It makes sense to invest in products designed to help us save time and money, create a more comfortable environment or, as in the case of photovoltaic systems, produce sustainable green electricity and increase profits in both professional and private life. However, all too often the decision to make such an investment is not accompanied by realizing the need for regular maintenance of such a product. If you buy a lawn-mower because you want to mow your lawn more quickly and comfortably, you will also incur additional costs for petrol or electricity, oil or minor repairs over time.
Dirt accumulates on the surface of all outdoor items over time due to the surrounding environment, and the same is true of solar power plants. Having cleaned their modules of the mixture of gases, water vapor and admixtures coming out of the ventilation openings in the roofs, owners appreciate the increase in the output of their PV plant by up to 30 percent or more in many cases. Based on this experience, some do not hesitate to have their solar roofs cleaned even three times a year, realizing that in their case, the self-cleaning of photovoltaic modules is ineffective.
Having cleaned their modules of the mixture of gases, water vapor and admixtures coming out of the ventilation openings in the roofs, owners appreciate an increase in the output of their PV plant by up to 30 percent or more in many cases.
The situation is different for those who run their ground-based solar power plants in a relatively clean environment. Their own monitoring may indicate no pollution of their PV plant for one or two years. Over time, however, this can change due to many different factors that cause different levels and types of pollution. In winter, these include salts, dirt and grease, while in summer it is typically pollen, petals and dust swirled by vehicles or wind. This also depends on the type of panel, its location and inclination. It is important to know that chemical reactions occur on solar panel surfaces due to the deposition of impurities. These are aggressive and quickly form a turbid surface of the module. They accumulate on the edges and in corners along the frames, with the film of impurities migrating from the bottom up and gradually increasing the level of contamination. Even a small amount of pollution facilitates the accumulation of additional deposits and results in a delayed on-switching of the system in the morning and its delayed off-switching in the evening. This is especially evident in the cold and gloomy winter months, when sunlight is no longer optimal. If parts of a solar cell are dirty, the yield of the whole module is reduced, as this part acts as a resistor in the circuit. Due to the serial connection in which the strings are connected, the overall performance is determined by the weakest module.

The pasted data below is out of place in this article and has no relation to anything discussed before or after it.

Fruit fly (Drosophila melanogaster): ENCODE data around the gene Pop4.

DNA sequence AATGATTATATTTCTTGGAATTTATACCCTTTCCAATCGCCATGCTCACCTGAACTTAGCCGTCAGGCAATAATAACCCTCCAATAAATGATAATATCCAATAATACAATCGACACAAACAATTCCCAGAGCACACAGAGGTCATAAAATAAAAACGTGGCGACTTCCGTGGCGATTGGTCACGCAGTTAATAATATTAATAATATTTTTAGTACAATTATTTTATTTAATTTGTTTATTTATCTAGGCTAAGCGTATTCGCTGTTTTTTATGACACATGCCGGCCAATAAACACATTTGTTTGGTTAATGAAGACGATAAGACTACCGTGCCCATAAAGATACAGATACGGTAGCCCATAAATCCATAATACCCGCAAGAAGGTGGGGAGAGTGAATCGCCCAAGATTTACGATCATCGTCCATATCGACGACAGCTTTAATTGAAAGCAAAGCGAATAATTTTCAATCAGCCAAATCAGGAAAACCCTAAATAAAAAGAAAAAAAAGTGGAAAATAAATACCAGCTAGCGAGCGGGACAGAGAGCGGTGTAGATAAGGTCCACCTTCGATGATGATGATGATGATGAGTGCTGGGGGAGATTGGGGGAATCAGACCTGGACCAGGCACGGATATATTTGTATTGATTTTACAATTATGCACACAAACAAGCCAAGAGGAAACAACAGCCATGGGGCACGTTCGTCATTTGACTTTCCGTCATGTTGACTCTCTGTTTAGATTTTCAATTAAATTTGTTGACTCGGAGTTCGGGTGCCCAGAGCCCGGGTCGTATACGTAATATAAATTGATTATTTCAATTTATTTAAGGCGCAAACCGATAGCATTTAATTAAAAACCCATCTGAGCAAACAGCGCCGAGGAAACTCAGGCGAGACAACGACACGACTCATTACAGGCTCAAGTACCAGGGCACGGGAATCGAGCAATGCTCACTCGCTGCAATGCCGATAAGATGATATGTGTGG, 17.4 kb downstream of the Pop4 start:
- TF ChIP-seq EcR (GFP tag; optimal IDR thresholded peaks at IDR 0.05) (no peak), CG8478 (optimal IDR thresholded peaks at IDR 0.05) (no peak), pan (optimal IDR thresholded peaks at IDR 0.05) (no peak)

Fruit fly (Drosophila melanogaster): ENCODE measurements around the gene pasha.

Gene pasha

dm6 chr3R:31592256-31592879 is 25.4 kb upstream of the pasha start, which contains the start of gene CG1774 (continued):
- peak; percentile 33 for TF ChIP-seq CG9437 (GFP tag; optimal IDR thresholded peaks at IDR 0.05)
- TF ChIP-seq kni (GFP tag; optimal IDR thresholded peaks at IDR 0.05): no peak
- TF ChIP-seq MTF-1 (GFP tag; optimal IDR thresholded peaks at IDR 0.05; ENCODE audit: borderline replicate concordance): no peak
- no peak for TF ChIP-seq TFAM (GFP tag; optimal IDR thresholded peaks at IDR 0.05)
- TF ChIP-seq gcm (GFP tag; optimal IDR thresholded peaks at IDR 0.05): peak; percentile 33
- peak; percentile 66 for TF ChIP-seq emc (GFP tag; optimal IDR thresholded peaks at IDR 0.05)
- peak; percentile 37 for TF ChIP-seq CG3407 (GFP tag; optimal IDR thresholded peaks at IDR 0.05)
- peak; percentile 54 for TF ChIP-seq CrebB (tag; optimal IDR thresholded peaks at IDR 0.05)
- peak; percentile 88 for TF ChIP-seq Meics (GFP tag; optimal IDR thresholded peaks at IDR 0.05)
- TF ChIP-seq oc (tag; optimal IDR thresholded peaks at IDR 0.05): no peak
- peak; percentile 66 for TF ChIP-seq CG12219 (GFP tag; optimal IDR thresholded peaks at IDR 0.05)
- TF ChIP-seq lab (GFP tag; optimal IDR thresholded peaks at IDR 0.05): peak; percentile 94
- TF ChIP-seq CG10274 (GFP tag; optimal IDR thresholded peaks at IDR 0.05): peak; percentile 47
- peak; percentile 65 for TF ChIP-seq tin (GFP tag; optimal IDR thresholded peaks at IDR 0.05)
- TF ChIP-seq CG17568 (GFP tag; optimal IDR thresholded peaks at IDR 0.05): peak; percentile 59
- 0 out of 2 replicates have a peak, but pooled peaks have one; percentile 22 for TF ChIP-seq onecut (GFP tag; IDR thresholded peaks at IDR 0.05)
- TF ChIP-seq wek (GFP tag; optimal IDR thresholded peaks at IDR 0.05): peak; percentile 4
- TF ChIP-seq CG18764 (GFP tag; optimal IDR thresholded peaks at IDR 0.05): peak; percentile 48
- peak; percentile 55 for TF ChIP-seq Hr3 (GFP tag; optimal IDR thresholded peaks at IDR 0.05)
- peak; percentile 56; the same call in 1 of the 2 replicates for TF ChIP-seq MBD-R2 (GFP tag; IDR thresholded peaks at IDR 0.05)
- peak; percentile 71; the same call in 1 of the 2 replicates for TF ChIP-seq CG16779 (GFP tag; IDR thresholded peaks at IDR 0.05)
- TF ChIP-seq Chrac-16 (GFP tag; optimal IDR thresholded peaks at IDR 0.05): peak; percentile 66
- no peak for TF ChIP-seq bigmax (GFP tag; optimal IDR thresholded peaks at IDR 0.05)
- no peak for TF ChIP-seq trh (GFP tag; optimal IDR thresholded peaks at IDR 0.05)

That is why rain or snow is so important to regularly wash away the dirt if the panels are designed for this. If there is not enough rain or snowfall, it is most advisable to have the solar panel surfaces professionally cleaned – manually or by a robot. Monitoring indicates that the measurable effect of cleaning lasts for up to two months.
Many solar module manufacturers have modified their warranty conditions over the last two years. The following quote can serve as an example: "If photovoltaic modules get damaged as a result of improper handling or failure to clean contamination, the warranty will be lost." (Source: Sonnenenergie, 3/2015). For that reason many operators of photovoltaic power plants, already budget an annual proportional amount for the maintenance and cleaning of PV plants. Operators are responsible for the safe operation of their photovoltaic systems, and therefore regular maintenance of their PV plant surface is very important, as there is no indemnity in case of damage caused by neglected maintenance.
In the photos below you can see a photovoltaic power plant before and after being cleaned by a robot: